As the conversation develops, one learns just how elemental this ability to create an authentic bond with the patient is to his philosophy of practicing medicine — not only to his own personal philosophy, but as a basic precept that he emphasizes to his students.
As you listen to Dr. Michelassi tell his own life story, you begin to understand how this accord between doctor and patient is key. The story begins in Pisa, Italy, where he was born. His grandfather was a family doctor — a man who had survived World War I, as a surgeon trying to mend the carnage of the Austrian/Italian front – one of the most savage and bloody battlefields in all of history. After the war, he settled down in a village near Pisa to raise his family and begin his practice as a general practioner. As a young boy Fabrizio would accompany him on house calls. Though his grandfather had very little to offer his patients in actual medical remedies – at least compared to the options available today– he would often simply sit by their side on the bed and hold their hands. More often than not, the patients would get better. Perhaps it was a bit of placebo, and yes, most illnesses simply take their course, but his gift of touch facilitated a healing effect.
I have heard similar stories before. Many doctors will acknowledge that it is the patient who does the work — they are simply a midwife to a patient’s own healing. But there was one additional insight that came forth in Dr. Michelassi’s telling. Without fail, every patient and/or family gave thanks– even if there was no money. There was always a slice of cake or a cup of coffee.
It made one think: At the very core of any interaction between physician and patient, there is always the personal relationship. Perhaps the most effective medical-healing practice includes the opportunity for the patient to give back. That in some way healing at its most effective includes a virtuous cycle – from physician to patient and back again.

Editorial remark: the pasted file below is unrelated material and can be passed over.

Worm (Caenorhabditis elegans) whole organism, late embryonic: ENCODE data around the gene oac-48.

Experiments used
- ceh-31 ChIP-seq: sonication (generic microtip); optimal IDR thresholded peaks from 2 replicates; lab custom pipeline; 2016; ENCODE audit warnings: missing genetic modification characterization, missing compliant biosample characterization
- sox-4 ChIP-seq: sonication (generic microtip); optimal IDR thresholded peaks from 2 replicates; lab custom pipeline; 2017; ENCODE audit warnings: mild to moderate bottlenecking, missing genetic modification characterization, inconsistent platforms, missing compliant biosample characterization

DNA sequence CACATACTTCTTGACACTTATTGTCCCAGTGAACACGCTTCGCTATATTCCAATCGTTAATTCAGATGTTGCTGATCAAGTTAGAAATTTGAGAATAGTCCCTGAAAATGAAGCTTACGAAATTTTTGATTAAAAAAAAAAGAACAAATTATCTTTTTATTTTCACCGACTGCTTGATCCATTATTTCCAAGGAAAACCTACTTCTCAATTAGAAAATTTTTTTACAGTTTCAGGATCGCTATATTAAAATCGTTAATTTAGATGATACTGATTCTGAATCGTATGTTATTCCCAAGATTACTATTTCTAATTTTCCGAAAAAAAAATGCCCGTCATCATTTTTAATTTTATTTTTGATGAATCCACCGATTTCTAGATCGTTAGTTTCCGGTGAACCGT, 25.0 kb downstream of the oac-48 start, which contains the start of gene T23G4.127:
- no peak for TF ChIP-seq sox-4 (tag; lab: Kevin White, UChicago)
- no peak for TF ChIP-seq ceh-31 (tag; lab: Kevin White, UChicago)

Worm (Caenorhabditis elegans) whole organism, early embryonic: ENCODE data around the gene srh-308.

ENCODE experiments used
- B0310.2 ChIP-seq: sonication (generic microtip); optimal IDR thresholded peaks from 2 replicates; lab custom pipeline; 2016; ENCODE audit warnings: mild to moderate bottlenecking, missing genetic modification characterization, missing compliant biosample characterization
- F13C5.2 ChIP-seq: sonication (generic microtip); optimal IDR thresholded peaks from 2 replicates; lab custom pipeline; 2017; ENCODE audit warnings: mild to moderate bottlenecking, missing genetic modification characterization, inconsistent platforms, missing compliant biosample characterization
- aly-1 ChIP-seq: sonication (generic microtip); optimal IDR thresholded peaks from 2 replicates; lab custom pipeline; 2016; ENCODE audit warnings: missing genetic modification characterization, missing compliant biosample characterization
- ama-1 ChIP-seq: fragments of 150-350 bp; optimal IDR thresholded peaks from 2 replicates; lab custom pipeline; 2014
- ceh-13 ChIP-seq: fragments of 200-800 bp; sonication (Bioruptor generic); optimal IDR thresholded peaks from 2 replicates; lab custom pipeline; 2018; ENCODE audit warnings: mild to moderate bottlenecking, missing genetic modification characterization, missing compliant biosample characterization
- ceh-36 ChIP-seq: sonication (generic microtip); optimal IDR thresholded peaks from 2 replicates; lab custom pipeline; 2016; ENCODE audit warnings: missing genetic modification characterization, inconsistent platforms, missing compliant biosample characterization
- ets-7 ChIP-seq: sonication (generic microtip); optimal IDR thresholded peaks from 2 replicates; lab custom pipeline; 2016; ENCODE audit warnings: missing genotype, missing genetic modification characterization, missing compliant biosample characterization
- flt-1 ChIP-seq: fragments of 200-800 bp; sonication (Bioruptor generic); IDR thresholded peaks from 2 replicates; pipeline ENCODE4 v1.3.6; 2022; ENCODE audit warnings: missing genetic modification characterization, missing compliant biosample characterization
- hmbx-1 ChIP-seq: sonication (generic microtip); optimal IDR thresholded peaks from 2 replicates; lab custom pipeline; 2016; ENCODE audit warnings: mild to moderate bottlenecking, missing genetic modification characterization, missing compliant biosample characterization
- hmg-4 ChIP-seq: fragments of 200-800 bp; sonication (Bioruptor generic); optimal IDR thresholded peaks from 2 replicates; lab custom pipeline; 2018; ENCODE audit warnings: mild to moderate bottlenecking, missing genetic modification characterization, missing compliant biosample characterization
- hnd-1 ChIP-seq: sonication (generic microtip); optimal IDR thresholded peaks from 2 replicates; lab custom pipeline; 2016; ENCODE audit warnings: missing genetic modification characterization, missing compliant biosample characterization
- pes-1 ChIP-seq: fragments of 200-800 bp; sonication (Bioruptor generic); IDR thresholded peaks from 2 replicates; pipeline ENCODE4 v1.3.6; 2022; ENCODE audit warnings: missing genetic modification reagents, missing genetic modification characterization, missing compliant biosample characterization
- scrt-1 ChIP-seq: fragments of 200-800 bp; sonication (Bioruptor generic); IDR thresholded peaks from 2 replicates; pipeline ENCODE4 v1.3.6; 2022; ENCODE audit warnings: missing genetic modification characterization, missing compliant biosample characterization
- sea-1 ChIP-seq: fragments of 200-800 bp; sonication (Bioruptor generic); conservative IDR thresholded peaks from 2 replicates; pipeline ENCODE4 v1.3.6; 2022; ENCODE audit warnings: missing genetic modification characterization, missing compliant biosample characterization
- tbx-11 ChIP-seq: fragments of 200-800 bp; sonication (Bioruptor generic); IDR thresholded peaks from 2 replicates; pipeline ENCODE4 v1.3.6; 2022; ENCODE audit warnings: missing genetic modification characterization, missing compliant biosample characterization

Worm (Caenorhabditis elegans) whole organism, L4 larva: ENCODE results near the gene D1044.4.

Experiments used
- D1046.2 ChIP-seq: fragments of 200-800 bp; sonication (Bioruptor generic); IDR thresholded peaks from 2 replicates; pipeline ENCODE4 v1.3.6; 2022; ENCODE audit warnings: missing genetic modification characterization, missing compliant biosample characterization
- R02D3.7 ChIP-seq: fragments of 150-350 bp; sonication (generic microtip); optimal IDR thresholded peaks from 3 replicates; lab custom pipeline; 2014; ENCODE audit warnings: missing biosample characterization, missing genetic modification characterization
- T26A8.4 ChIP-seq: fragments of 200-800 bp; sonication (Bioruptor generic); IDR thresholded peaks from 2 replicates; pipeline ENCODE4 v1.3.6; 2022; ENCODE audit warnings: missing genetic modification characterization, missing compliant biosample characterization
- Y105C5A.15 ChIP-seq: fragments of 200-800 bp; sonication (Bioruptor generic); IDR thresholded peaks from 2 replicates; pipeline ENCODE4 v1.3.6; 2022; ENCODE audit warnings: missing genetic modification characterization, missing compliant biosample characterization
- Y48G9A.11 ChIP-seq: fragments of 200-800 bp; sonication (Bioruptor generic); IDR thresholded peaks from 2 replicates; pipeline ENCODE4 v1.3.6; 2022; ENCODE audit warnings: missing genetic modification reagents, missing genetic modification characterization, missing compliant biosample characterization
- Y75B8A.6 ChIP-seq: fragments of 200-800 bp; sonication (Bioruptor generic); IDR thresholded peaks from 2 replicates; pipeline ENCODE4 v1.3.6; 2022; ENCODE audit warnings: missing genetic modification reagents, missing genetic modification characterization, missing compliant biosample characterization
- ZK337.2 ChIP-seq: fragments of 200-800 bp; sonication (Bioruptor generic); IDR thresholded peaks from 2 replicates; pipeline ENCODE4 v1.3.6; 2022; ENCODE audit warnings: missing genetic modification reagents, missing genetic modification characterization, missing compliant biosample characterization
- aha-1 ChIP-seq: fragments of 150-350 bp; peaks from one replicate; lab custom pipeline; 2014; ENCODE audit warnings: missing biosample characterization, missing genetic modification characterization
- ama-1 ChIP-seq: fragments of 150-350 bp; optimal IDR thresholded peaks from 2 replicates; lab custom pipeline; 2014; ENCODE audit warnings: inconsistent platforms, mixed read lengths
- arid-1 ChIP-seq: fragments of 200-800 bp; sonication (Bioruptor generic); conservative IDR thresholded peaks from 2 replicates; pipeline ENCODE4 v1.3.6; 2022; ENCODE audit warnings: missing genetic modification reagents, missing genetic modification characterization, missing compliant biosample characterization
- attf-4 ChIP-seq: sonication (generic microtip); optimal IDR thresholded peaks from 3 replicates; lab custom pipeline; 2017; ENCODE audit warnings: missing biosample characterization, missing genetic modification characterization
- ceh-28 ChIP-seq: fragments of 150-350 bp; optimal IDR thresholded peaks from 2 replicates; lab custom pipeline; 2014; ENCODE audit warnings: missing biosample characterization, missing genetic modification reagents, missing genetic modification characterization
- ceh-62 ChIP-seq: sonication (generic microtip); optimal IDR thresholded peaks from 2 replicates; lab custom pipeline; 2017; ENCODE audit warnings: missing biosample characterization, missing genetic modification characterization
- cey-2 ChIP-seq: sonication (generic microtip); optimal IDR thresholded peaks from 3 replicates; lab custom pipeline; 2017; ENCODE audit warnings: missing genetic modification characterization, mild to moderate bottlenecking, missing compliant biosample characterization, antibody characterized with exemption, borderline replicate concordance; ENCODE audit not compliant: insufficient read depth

However, part of the challenge of our hi-tech medical world — with the advent of the maze of new technologies — is that it is becoming harder and harder for physician and patient to see each other through the ramparts of wires, tubes and panels– no less actually develop a personal connection.
This is where Dr. Michelassi truly excels. He certainly is a proponent of the latest technologies. (For example, he is proud of New York Presbyterian/Weill Cornell’s patient simulation lab that he championed. I had a chance to visit the “”star-trek”” space filled with robotized mannequins that simulated human biological responses, providing medical students with real time, life-like medical scenarios.)
But through all the technical miracles, Dr. Michelassi keeps true to a core principle. Good medicine begins with a sacred and empathetic relationship of trust – between physician and patient. So when you do meet Dr. Michelassi, we might surmise that his greatest gift is the legacy he shares with his grandfather. The ability to ask a simple question: “”How are you today?”” And the skill to truly listen, to observe, and only then to understand.